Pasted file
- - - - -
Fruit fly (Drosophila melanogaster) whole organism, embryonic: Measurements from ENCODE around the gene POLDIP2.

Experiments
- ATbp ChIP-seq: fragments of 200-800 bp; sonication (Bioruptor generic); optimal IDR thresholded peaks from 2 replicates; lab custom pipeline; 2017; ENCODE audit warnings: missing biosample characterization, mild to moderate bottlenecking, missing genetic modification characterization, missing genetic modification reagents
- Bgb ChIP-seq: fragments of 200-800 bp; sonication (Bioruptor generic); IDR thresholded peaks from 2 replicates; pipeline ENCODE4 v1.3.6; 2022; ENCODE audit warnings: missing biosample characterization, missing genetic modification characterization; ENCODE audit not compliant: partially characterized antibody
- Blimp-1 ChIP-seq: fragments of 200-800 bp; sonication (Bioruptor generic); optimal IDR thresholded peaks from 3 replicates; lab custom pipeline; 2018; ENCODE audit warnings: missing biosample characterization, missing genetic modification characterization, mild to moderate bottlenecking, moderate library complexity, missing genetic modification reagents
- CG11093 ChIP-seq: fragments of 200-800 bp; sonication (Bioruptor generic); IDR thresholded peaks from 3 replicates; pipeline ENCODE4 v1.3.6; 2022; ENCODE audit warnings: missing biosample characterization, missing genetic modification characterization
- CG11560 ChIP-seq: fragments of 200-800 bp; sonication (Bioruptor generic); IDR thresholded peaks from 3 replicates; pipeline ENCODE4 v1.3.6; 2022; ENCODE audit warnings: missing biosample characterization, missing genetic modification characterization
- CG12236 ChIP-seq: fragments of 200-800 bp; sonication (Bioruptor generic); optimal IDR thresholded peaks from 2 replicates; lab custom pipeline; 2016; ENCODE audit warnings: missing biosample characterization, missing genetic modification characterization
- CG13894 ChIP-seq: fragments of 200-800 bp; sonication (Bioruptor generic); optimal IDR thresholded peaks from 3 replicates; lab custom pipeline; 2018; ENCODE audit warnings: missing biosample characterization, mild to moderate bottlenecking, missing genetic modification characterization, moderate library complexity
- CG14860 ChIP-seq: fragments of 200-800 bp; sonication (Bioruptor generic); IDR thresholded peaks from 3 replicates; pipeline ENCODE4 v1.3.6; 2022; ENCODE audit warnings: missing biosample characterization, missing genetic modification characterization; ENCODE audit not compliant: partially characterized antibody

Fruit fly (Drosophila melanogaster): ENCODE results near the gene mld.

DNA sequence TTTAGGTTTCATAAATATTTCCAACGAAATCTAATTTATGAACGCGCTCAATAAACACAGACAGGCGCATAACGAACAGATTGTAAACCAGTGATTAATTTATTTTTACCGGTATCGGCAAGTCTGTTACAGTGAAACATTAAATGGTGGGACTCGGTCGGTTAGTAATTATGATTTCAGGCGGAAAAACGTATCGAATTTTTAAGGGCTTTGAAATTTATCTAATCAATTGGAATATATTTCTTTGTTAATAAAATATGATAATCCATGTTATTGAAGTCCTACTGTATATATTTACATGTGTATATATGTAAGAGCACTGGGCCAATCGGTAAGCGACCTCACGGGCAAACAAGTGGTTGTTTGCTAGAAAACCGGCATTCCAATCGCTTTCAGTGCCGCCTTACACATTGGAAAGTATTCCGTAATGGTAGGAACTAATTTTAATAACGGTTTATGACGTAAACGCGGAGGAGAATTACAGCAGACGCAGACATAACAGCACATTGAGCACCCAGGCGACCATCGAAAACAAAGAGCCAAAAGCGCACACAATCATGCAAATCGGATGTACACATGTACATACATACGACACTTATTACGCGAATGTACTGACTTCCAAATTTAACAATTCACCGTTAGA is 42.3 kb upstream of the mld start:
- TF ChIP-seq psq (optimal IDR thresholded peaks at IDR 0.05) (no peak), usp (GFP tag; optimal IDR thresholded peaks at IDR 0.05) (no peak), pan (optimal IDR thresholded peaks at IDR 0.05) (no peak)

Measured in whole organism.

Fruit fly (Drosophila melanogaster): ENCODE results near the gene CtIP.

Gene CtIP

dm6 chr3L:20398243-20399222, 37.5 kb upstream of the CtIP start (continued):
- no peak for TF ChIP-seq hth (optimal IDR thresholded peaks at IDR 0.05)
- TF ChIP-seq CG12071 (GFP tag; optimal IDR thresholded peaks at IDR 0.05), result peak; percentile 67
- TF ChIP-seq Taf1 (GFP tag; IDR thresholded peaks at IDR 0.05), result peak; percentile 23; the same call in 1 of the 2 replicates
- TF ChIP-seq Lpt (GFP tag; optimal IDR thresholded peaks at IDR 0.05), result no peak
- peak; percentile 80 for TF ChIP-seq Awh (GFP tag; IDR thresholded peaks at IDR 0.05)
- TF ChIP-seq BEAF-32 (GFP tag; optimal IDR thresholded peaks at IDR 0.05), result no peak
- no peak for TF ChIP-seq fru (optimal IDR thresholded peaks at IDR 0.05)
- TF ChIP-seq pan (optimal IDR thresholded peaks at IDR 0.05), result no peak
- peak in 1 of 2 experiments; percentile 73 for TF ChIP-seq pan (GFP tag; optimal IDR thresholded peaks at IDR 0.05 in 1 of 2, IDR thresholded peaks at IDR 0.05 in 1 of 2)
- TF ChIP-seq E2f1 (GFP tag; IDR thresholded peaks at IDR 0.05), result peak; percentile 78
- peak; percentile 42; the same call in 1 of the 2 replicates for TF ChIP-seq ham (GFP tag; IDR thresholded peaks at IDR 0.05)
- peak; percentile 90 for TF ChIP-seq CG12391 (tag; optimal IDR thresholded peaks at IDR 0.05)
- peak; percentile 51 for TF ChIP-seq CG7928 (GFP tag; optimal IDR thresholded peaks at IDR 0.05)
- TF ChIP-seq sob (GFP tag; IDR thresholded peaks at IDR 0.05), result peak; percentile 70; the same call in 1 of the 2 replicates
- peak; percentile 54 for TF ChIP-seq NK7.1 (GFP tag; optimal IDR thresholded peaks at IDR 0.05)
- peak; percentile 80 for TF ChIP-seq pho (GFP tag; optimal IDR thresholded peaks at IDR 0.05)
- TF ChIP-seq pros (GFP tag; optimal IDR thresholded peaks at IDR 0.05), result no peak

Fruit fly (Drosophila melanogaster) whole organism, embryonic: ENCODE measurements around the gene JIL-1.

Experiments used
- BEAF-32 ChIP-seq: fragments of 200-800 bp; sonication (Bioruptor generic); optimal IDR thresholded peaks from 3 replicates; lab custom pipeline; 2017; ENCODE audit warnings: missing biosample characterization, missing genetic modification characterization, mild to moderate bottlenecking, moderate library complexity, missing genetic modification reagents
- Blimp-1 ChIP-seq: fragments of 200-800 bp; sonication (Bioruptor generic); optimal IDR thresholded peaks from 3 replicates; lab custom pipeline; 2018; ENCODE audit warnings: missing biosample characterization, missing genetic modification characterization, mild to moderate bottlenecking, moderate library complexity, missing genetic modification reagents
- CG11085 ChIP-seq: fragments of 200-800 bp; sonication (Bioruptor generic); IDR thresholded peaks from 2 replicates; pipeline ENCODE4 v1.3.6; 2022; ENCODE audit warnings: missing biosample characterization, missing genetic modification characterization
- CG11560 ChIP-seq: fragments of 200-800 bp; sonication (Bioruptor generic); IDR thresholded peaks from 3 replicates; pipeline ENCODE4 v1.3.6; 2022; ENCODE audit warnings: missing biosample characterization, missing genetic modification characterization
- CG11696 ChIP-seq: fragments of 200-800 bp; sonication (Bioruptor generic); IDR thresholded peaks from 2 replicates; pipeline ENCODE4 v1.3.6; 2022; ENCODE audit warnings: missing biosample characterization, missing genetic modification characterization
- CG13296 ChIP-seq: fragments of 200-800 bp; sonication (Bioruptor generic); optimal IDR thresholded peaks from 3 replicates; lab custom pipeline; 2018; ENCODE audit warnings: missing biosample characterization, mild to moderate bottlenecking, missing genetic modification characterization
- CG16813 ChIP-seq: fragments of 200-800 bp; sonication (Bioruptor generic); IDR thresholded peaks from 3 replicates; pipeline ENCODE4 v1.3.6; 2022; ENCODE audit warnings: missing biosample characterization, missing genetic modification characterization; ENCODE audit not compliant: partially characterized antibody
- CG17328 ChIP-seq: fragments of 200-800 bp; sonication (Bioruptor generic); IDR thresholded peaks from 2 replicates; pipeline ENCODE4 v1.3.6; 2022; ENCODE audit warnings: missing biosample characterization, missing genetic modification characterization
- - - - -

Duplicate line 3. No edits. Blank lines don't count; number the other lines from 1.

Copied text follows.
- ATbp ChIP-seq: fragments of 200-800 bp; sonication (Bioruptor generic); optimal IDR thresholded peaks from 2 replicates; lab custom pipeline; 2017; ENCODE audit warnings: missing biosample characterization, mild to moderate bottlenecking, missing genetic modification characterization, missing genetic modification reagents